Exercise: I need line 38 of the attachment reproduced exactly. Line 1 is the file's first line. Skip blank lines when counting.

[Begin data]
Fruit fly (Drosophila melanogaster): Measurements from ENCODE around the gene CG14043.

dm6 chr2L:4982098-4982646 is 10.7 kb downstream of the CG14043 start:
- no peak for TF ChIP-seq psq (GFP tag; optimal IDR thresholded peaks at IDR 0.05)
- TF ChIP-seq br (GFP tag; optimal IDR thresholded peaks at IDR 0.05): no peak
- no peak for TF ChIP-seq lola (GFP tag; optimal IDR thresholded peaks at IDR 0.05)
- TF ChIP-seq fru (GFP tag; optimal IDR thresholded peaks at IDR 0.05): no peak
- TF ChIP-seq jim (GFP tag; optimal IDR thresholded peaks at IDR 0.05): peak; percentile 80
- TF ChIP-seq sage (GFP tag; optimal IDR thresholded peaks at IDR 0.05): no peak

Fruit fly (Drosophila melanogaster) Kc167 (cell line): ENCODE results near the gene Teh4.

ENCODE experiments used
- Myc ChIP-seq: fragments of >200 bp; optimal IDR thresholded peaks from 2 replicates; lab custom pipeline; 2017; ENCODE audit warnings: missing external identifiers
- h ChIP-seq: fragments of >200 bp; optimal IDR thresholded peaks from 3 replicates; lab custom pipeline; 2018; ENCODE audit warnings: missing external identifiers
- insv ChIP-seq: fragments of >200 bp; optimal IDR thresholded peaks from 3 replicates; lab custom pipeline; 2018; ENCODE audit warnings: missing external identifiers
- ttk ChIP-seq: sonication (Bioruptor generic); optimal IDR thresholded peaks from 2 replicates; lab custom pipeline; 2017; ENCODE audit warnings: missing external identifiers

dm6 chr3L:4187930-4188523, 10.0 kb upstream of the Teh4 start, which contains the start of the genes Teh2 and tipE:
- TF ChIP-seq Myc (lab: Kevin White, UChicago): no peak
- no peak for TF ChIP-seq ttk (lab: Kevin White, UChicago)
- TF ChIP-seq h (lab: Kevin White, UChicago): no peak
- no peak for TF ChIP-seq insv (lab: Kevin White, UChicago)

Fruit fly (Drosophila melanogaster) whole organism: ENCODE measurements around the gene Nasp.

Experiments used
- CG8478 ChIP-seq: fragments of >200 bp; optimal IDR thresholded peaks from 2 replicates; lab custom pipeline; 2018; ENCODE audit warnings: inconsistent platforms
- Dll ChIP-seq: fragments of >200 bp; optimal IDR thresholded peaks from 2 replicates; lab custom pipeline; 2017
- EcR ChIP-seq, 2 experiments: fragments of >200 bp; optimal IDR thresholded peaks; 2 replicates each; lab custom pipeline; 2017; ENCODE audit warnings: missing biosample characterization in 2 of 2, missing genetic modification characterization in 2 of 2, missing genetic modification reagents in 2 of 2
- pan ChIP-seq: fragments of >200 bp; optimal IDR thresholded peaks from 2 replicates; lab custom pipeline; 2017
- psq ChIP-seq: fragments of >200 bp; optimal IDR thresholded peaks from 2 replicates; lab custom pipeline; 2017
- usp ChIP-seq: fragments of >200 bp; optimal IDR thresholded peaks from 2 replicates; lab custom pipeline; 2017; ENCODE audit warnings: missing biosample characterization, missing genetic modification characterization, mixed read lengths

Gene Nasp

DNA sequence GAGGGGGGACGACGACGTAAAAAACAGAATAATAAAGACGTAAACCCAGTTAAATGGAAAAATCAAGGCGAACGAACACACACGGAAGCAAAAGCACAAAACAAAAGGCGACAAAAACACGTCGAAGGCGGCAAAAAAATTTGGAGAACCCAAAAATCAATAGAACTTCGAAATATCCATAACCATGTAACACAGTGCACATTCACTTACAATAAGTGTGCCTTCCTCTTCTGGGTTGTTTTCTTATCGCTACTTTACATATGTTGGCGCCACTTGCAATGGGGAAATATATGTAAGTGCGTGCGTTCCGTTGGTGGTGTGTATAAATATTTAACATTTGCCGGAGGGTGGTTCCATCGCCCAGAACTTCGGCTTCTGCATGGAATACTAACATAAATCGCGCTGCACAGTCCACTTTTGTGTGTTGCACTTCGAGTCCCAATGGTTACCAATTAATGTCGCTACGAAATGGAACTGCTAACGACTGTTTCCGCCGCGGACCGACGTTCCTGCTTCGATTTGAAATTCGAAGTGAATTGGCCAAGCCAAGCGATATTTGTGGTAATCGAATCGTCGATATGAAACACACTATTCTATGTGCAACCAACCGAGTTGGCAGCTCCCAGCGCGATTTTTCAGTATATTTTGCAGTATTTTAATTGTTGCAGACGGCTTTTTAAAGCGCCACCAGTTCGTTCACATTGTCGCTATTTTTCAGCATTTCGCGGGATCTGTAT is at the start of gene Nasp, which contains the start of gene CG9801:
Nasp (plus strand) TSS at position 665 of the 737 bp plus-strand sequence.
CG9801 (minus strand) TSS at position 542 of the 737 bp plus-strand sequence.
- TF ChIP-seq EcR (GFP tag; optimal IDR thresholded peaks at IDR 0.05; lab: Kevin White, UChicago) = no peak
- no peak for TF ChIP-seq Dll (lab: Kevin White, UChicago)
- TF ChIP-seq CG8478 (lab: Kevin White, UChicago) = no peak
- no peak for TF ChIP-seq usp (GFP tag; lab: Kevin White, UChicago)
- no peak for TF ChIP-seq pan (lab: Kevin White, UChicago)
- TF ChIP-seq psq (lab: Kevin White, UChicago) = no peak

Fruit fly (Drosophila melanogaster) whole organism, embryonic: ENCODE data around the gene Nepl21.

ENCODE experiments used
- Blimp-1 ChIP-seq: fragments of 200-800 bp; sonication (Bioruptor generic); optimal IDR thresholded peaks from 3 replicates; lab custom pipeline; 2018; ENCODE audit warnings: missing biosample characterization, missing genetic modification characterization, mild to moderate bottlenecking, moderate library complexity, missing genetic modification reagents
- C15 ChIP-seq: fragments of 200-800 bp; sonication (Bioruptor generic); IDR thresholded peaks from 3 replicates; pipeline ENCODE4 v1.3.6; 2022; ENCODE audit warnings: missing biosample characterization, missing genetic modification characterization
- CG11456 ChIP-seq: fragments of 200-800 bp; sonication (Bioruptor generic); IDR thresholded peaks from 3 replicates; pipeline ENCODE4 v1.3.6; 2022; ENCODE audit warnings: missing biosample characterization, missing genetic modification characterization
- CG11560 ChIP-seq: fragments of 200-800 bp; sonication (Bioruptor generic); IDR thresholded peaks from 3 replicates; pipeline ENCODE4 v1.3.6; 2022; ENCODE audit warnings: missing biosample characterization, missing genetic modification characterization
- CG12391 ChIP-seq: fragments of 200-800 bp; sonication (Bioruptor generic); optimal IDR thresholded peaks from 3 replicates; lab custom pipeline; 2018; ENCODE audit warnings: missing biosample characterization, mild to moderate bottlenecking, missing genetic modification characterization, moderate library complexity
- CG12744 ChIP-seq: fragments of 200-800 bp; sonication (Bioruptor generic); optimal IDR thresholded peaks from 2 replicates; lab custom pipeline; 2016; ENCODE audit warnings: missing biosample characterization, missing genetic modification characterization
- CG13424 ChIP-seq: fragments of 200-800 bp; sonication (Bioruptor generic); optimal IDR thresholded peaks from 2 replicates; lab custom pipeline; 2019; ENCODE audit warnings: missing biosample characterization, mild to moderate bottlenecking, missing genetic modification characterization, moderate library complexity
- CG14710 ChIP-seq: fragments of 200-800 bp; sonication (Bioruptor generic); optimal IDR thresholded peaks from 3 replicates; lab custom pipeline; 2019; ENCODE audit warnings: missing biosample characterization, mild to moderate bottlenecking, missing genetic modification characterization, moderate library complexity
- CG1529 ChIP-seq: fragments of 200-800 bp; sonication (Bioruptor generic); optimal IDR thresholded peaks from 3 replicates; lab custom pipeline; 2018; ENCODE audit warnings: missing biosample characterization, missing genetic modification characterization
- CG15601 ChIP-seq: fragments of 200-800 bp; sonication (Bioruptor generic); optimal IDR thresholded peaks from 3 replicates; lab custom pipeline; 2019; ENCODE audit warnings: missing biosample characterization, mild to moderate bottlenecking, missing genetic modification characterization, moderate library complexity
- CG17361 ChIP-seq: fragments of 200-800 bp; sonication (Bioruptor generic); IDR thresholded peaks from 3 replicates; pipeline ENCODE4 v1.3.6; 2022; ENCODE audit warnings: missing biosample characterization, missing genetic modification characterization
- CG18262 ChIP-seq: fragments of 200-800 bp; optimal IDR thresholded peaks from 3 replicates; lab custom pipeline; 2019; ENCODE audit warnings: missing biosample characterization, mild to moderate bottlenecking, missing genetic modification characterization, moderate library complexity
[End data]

Fruit fly (Drosophila melanogaster) whole organism, embryonic: ENCODE data around the gene Nepl21.